Creative Challenges

September/October Poetry Contest Winners: “Good vs. Evil” or “Connection and Separation”


Eliana Mendoza
“Connection and Separation”

I have always lived in two completely separate worlds

My first world is always evolving and changing
And though there are new surprises every day
It is also formed by facts
It is filled with flesh and bones
It lives and breathes
It’s real

Though the other is written on pages and hidden behind screens
The characters often seem to have more life
Though they do not bleed the same blood as me
Their ink still seems to seep into my veins

Before this,
All of the wonderful and terrible this,
They were separate
I was aware of where I was at all times
I was here or there
There was no in between and I loved it
Because when I lost a loved one,
Whether it was my own dog in West Covina
or Old Yeller in Salt Lick,
I knew that I would always have a shelter somewhere

But somehow
between March 13 and now
The line has become blurred

I can no longer read Pride and Prejudice
Without Mr. Darcy morphing into every prideful protester
Demanding to go outside with guns on their backs
And the prejudiced police who allow this
Simply because they are men
Simply because they are white
Simply because this pandemic to them is nothing but a
Simple inconvenience

When I read Lord of the Flies,
See the chaos that those boys devolve into
I can’t help but wonder how long it will take before households turn into islands
Before little boys become men
Before help comes and saves us from the fire
From the fighting
From each other

Now every time I read Waiting for Godot
I see myself in Estragon and Vladmir
I wonder if we are all just waiting for an answer that will never come
Hoping for something without truly knowing what to hope for

But somehow
Even though my worlds are closer than I could have ever imagined
I have never felt so distant

Eliana Mendoza is in the twelfth grade at Edgewood High School. This is her third year as a member of the National English Honor Society and her first year as NEHS President. Eliana is extremely interested in the arts and enjoys creative writing, dance, and theater. She has had an interest in poetry since the sixth grade, but it is only the past 4 years that she has begun to write and perform her own poetry. Her poetry has been influenced by many modern poets such as Amanda Lovelace and Olivia Gatwood.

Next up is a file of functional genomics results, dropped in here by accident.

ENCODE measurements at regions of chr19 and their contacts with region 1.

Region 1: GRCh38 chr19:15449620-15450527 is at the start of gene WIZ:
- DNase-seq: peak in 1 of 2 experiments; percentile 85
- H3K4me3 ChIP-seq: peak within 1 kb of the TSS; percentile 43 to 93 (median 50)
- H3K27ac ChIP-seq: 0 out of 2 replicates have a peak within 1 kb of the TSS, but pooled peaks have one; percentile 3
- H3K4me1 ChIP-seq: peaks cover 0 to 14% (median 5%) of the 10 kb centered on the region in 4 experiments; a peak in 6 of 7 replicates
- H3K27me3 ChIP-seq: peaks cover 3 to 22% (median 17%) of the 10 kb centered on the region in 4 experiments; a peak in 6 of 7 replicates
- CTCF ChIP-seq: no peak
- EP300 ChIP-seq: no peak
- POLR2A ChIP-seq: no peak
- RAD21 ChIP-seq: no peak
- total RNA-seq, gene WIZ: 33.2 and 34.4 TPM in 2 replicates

Found In the Lost

Zoe Steelman
“Connection and Separation”

I’ve found myself among the lost
Among those who are broken
Around those who pay the cost

I spent all this time in the search
Looking and hoping to find myself
Around those held high on a perch

I hoped to be among the winners
But all I found there
Was confusion among sinners

I went toward the popular and pretty
Look for me everywhere
But all I found was sadness and pity

I went to those known to be smart
But all I was left with
Was another broken heart

Then one day I stopped looking for me
I found some people
Who didn’t know how to be seen

And only there did I finally see
That those who helped me stop looking
Helped me find me

I’ve started to find who I am
Surrounded by people I love
Where this journey began

None of us know where we’re going
Or even where we’ve been
But we know that we’re together
And we’ve finally found some friends

So when I stopped looking around the clock
I found myself among the lost

Zoe Steelman is a senior at All Saints Academy. She is a member of the Hemingway Chapter of NEHS. Zoe is driven to write because it allows her to release her emotions and deal with her mental health. As someone with several mental illnesses, writing has saved Zoe from her emotions many times and she hopes she never loses that part of herself.


Without an End

Hanley Renney
“Good vs. Evil”

Pictures hung on fraying strings
sag low on the walls, over tarnished rings—
gold reflects softly though the light is spare,
chrysanthemums wilting in the stagnant air.
The floors, untouched, cold on bare feet,
the shadow glides through the silent heat,
a spirit, nay, a ghost, they claim,
the spirit of an old man long ago slain.
He wanders the halls, watching and waiting,
his shuffling soft, though in the silence, grating—
souls skittering under the damning eye,
bidding them, be still, for he is standing by.
Metal scrapes metal as a blade leaves its sheath,
a grim smile in the dark, sharply glinting teeth,
the moment of pause and thickening dread,
then swiftly done, with a hanging head.
Is it in him that evil thrives?
Or could he be good, who takes such lives—
life, that which one is so quick to defend
would have no meaning without an end

Hanley Renney is a junior at All Saints Academy in Winter Haven, FL, and a member of the Hemingway Chapter. Her passions include writing, the performing arts, literature, soccer, softball, and hunting. She is inspired by many authors, but her favorites include Neil Gaiman, John Green, and Kate Chopin. She has been writing creatively since she was three years old and plans to continue writing as a career.


Two Sides of The Same Coin

Amanda Vasquez
“Good vs. Evil”—a reverse poem

You’re evil
now don’t go thinking
you’re actually good
you should know
someone might say
you’re trying and doing your best
but they’re wrong
People say crazy things

Amanda Vasquez is an eleventh grader at Pembroke Pines Charter High School and this is her second year in NEHS. She joined this society because she’s always enjoyed English and language arts. Reading and writing have always been an outlet for Amanda, writing gave her the ability to explain her feelings in the precise way she felt them, and reading became an escape from reality when she was stressed or overwhelmed. In her free time she enjoys writing poems about her current emotions and reading all genres of books.

Connection and Separation

Disha Kumar
“Connection and Separation”

A group of friends, sitting together
But not once do they look up or speak to each other
They stare intently at the devices in their palms
This is their solace, the eye of the storm that is calm